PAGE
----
1959 年 71 巻 8-2 号 p. 5025-5040
With the purpose to take the statistics of clinical records of leukemia, the author analyzed the total of 242 cases of leukemia admitted in the leading hospitals of the Chugoku-Shikoku District (excluding Hiroshima Prefecture) and obtained the following results.
1. The total cases of leukemia can be divided into 88 cases of acute myelogenous leukemia, 70 cases of chronic myelogenous leukemia, 48 cases of acute lymphocytic leukemia, 4 cases of chronic lymphocytic leukemia, 2 cases of erythro-leukemia, 17 cases of monocytic leukemia, 8 cases of unclassified acute leukemia, and one completely unclassified case.
2. As for the difference in the incidence by sex, the male occupies 62 per cent of the whole, but 75 per cent of lymphocytic leukemia proving to occupy a far greater proportion of male whereas in monocytic leukemia the female occupies a far greater proportion as much as 53 per cent.
3. As for the age distribution those under 25 years of age occupy the majority. According to the types, in the acute leukemia, especially in lymphocytic leukemia the greater part is occupied by younger persons, while in chronic leukemia those in the age range between 35-and 39 years present the peak, and even in the age beyond this range can be found quite many cases. The same also applies to monocytic leukemia.
4. No characteristic feature attributable to occupation can be recognized.
5. There have been 3 cases (1.3%) showing family history of leukemia and 17 cases (7.0%) showing family history of cancer.
6. There are included 5 cases of atomic bomb survivors. As for the anamnestic history there are 6 cases of malaria and 5 cases each of pleurisy and pneumonia.
7. When the symptoms at the Onset of the disease such as subjective complaints and somatic symptoms are arranged in the order of the frequency by the types, they are as follows.
Initial symptoms: in acute myelogenous leukemia: fever, general malaise, anemia, hemorrhagic tendency; in acute lymphocytic leukemia: fever, general malaise, anemia, the swelling of the lymph nodes, and pain; in chronic myelogenous leukemia: general malaise, the swelling of spleen, anemia, bulging of the abdomen, fever; in monocytic leukemia: fever, general malaise and hemorrhagic tendency.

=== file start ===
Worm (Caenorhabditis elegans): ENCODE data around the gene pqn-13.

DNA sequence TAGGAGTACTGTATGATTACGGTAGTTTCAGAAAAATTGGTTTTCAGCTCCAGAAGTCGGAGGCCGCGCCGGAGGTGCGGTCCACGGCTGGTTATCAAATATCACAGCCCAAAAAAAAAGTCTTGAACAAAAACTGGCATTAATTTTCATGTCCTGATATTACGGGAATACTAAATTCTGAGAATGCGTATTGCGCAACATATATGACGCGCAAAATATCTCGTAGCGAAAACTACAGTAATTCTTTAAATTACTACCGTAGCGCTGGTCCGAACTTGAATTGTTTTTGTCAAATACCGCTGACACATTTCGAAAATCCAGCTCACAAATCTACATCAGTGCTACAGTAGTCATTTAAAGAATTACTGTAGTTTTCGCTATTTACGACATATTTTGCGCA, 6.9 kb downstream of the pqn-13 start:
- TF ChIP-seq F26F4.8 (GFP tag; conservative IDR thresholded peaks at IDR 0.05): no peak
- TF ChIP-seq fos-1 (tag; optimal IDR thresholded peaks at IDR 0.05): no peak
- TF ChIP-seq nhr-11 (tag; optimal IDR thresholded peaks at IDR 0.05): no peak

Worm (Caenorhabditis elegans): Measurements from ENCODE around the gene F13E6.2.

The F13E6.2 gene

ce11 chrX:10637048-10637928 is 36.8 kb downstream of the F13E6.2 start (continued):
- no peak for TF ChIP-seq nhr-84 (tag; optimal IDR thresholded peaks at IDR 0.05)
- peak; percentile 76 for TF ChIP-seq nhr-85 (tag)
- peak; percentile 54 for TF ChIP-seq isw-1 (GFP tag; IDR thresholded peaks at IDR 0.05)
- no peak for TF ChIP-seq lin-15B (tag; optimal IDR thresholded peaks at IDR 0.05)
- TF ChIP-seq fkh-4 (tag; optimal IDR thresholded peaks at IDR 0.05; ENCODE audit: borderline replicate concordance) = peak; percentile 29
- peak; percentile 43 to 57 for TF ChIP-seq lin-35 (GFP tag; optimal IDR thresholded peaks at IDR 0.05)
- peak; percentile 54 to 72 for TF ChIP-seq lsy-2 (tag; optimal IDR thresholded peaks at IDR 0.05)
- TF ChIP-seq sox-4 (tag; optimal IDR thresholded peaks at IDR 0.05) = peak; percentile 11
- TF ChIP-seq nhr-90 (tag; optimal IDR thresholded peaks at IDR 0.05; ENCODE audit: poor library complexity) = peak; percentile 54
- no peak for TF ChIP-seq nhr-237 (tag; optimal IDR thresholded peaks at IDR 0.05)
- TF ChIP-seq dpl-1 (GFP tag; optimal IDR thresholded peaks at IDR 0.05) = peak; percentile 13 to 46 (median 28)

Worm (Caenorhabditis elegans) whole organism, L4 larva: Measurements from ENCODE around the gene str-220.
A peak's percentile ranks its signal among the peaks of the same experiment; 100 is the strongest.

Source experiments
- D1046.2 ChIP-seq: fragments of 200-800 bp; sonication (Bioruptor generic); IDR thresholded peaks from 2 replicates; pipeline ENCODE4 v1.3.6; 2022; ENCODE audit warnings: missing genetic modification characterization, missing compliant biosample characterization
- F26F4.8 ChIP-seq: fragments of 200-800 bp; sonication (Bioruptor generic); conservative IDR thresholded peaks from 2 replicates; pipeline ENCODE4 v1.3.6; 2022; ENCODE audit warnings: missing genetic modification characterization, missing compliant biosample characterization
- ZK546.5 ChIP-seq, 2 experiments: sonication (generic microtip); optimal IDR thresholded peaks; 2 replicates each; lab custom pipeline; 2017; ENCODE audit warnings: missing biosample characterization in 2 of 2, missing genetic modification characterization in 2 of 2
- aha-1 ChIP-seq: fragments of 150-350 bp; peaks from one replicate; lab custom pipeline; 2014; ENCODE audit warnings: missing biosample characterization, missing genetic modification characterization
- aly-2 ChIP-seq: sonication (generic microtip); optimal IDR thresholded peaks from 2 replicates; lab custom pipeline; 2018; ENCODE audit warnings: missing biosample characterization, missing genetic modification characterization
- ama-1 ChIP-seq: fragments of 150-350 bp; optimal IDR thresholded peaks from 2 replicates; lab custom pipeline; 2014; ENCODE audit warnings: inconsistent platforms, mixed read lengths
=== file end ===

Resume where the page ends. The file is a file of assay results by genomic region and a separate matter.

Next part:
Subjective complaints: In acute myelogenous leukemia: fever, bleeding tendency, anemia, general malaise; in acute lymphocytic leukemia: fever, anemia, swelling of the lymph nodes, general malaise, hemorrhagic tendency; in chronic myelogenous leukemia: tumor in the abdomen, (bulging of the abdomen and swelling of the spleen), general malaise, fever, anemia, pain; in monocytic leukemia: fever, general malaise, bleeding tendency, anemia, and pain.
Somatic symptoms: in acute myelogenous leukemia: anemia, fever, general malaise, fatigue, general emaciation; in acute lymphocytic leukemia: anemia, fever, general malaise, fatigue, emaciation; in chronic myelogenous leukemia: anemia, general malaise, fatigue, fever, emaciation: in monocytic leukemia: anemia, fever, general malaise, fatigue and general emaciation.
8. Dilatation of lymph nodes and swelling of the spleen can be found in 77.3 per cent and 49.0 per cent respectively of acute myelogenous leukemia: in 93.8 and 66.7 per cent of acute lymphocytic leukemia; in 61.5 and 94.3 per cent of chronic myelogenous leukemia; in 100.00 and 100.0 per cent in chronic lymphocytic leukemia; and in 76.4 and 23.5 per cent of monocytic leukemia, especially the enlargement of the spleen in chronic myelogenous leukemia is marked.
9. Hemorrhagic tendency can be observed in 70 per cent of acute myelogenous leukemia and acute lymphocytic leukemia, and in 40-60 per cent of other types.
10. Symptoms of the digestive organs are stronger in acute leukemia than in chronic leukemia. In the latter the feeling of bulging abdomen is frequent, while in acute myelogenous leukemia and monocytic leukemia stomatitis and buccal ulcers are more frequently encountered.